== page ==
Note The buoyancy scale is a factor used in Vortex® to fine-tune the buoyancy force. It can be used to compensate for volumetric information which is not captured by the collision geometry (e.g., holes in the structure).

Consequently, if the rigid body is above the fluid surface, no forces are generated; if it is below, the buoyancy force is determined using the entire volume of the object (*V _{CG}*) computed using the volume of its associated collision geometry. Otherwise, the exact submerged volume of the rigid body is computed to achieve an accurate simulation.

You can set Vx::VxCollisionGeometry::FluidInteractionData::setBuoyancyCenter if the buoyancy force is intended to act on a position other than the default position. This position can also be set in the Editor.

In the Vortex Studio Editor, you must set the displaced volume. The relationship between the displaced volume *V _{DISP}*, the buoyancy scale

*b*and the collision geometry volume

*V*is given by the following equation:

_{CG}For information about setting the buoyancy in the Editor, see Enabling Buoyancy.

# Drag Force

Drag is a force opposite to the relative velocity of a moving object inside a fluid.

The drag force, **D**, is applied to the middle of the exposed surface on all types of surfaces for all collision geometries, according to the following formula:

where:

*d*is the drag coefficient provided by the user*ρ*is the fluid density**v**is the object's velocity relative to the fluid*A*is the cross-sectional area perpendicular to the relative velocity

Note The drag coefficient is not necessarily the same in each direction. For this reason, the user can specify a different drag coefficient value along each local axis of the collision geometry, which is specified as a three dimensional vector. For example, a box shape can have three different drag coefficients along its X-, Y-, and Z-axes. For a sphere, only the X-component of the vector is used as the uniform drag coefficient in all directions. However, for a cylinder and capsule, the drag coefficient for the faces (cylinder) or caps (capsule) is given by the Z-component, while the drag coefficient for the body is given by the X-component only.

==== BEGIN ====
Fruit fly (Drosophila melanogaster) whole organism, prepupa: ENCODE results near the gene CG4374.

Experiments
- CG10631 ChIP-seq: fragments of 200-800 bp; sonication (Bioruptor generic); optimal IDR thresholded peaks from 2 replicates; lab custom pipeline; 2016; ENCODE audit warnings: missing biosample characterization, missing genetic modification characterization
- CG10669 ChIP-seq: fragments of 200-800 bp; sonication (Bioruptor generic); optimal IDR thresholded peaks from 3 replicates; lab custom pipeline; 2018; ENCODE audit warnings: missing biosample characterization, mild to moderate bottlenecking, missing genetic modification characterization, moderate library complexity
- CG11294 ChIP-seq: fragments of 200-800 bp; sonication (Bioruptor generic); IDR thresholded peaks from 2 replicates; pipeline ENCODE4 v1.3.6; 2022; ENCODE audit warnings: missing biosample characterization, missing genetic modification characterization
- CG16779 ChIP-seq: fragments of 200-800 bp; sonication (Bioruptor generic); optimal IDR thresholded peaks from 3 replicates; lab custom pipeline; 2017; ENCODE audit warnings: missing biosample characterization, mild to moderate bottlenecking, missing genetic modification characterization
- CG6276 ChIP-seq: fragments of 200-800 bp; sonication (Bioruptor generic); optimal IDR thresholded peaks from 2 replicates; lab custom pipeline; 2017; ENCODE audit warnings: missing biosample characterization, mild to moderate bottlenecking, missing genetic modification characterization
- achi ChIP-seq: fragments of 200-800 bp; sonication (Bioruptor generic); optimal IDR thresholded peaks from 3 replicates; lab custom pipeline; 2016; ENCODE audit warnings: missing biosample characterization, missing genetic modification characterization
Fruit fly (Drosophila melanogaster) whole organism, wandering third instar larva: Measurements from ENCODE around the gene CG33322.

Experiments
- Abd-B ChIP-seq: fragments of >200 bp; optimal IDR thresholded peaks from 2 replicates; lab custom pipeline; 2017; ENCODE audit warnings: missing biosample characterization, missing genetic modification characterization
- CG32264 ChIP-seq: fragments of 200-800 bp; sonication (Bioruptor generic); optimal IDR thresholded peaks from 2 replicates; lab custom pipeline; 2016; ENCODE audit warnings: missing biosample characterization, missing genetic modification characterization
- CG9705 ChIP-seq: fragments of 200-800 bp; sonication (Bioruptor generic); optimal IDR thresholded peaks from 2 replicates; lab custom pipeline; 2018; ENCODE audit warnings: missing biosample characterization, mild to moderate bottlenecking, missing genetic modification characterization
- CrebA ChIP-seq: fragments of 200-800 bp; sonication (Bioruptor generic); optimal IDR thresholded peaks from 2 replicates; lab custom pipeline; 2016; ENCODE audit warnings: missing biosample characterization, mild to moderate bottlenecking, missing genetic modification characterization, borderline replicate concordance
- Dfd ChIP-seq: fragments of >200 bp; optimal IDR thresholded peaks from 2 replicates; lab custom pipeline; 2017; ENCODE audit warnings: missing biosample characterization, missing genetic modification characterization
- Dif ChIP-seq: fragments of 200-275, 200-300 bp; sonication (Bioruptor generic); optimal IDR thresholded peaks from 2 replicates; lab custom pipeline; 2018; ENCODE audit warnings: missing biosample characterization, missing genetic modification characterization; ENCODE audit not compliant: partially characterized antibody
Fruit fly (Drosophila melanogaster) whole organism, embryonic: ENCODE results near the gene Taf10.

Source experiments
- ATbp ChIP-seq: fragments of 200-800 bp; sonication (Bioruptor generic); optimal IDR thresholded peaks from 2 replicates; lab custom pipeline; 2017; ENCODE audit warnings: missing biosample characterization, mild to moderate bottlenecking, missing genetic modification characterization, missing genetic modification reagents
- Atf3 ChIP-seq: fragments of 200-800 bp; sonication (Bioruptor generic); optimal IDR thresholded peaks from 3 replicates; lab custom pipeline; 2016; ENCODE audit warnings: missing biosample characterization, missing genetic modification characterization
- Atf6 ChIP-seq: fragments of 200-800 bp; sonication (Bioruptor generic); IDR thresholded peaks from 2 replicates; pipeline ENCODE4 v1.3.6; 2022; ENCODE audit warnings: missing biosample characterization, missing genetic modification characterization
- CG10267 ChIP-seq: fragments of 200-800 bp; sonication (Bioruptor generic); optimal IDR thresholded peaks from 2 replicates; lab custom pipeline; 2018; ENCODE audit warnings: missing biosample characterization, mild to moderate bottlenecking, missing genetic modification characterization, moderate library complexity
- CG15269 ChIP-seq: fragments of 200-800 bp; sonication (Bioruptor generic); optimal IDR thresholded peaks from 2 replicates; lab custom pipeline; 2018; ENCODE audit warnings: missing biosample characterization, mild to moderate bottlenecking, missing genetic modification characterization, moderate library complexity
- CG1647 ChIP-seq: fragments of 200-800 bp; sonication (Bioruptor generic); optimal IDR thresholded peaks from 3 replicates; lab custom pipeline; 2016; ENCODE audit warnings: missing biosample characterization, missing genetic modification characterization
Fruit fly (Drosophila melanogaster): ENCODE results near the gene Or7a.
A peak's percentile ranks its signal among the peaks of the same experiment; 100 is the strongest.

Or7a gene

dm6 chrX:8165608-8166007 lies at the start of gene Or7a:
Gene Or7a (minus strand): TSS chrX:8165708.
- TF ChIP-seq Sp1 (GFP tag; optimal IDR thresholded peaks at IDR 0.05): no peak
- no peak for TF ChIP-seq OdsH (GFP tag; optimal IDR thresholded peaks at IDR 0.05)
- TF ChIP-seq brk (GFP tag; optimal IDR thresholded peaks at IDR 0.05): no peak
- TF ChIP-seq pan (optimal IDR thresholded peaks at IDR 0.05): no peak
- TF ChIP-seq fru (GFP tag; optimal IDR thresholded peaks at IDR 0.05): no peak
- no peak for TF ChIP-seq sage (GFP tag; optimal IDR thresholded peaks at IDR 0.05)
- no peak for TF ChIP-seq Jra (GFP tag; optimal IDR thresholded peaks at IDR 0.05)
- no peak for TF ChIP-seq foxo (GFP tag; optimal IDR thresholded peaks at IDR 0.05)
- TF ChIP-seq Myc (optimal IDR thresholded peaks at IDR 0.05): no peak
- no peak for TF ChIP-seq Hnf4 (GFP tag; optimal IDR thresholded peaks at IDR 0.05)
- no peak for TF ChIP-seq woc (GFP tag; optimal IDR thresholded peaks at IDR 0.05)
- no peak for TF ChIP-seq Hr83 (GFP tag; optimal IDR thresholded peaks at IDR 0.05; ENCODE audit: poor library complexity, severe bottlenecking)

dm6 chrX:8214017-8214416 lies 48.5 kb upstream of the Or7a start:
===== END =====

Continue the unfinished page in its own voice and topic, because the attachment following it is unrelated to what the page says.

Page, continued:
In Vortex®, drag is set up for a collision geometry by modifying the drag coefficients along the respective translation and rotation axes of the volume. The drag force is applied considering the linear and the angular velocities of the geometry and the linear fluid flow velocity. The latter can be specified in the fluid state. If a mesh is used to represent the body's shape in the interaction with the fluid, the body's surface is discretized into small surface patches and the contributions to the total drag force of every patch are computed and integrated.

It is recommended to use a fine triangular mesh (ideally with equilateral triangles) to represent rigid bodies. If you need to change the value of the drag coefficient, you can set it in the Editor or Vx::VxCollisionGeometry::FluidInteractionData::setDragCoefficient.

For information about how to set the drag force in the Editor, see Enabling the Drag Force.

# Lift Force

The lift is a force orthogonal to the object velocity and is applied to the middle of the surface. The lift force is described by the following formula:

where:

*l*is the lift coefficient provided by the user*ρ*is the fluid density**v**is the object velocity**n**is the surface normal*A*is the cross-sectional area perpendicular to the relative velocity